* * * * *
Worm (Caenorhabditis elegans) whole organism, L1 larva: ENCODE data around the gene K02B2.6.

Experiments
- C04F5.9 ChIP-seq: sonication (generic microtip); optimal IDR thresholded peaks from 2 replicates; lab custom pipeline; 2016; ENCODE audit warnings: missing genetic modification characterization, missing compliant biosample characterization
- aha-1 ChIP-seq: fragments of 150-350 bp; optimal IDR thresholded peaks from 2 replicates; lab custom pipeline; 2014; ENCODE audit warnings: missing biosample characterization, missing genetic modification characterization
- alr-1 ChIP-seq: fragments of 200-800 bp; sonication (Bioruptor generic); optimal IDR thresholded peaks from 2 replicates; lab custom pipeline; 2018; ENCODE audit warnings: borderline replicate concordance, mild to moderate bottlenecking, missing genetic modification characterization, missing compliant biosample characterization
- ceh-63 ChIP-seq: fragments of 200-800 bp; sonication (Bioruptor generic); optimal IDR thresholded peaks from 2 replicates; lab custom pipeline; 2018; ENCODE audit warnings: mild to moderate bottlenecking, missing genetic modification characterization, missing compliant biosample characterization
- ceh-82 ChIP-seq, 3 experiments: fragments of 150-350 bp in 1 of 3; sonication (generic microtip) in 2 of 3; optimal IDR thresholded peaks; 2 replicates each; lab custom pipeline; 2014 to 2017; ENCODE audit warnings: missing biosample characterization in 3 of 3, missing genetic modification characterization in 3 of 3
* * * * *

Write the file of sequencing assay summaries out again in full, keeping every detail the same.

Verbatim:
Worm (Caenorhabditis elegans) whole organism, L1 larva: ENCODE data around the gene K02B2.6.

Experiments
- C04F5.9 ChIP-seq: sonication (generic microtip); optimal IDR thresholded peaks from 2 replicates; lab custom pipeline; 2016; ENCODE audit warnings: missing genetic modification characterization, missing compliant biosample characterization
- aha-1 ChIP-seq: fragments of 150-350 bp; optimal IDR thresholded peaks from 2 replicates; lab custom pipeline; 2014; ENCODE audit warnings: missing biosample characterization, missing genetic modification characterization
- alr-1 ChIP-seq: fragments of 200-800 bp; sonication (Bioruptor generic); optimal IDR thresholded peaks from 2 replicates; lab custom pipeline; 2018; ENCODE audit warnings: borderline replicate concordance, mild to moderate bottlenecking, missing genetic modification characterization, missing compliant biosample characterization
- ceh-63 ChIP-seq: fragments of 200-800 bp; sonication (Bioruptor generic); optimal IDR thresholded peaks from 2 replicates; lab custom pipeline; 2018; ENCODE audit warnings: mild to moderate bottlenecking, missing genetic modification characterization, missing compliant biosample characterization
- ceh-82 ChIP-seq, 3 experiments: fragments of 150-350 bp in 1 of 3; sonication (generic microtip) in 2 of 3; optimal IDR thresholded peaks; 2 replicates each; lab custom pipeline; 2014 to 2017; ENCODE audit warnings: missing biosample characterization in 3 of 3, missing genetic modification characterization in 3 of 3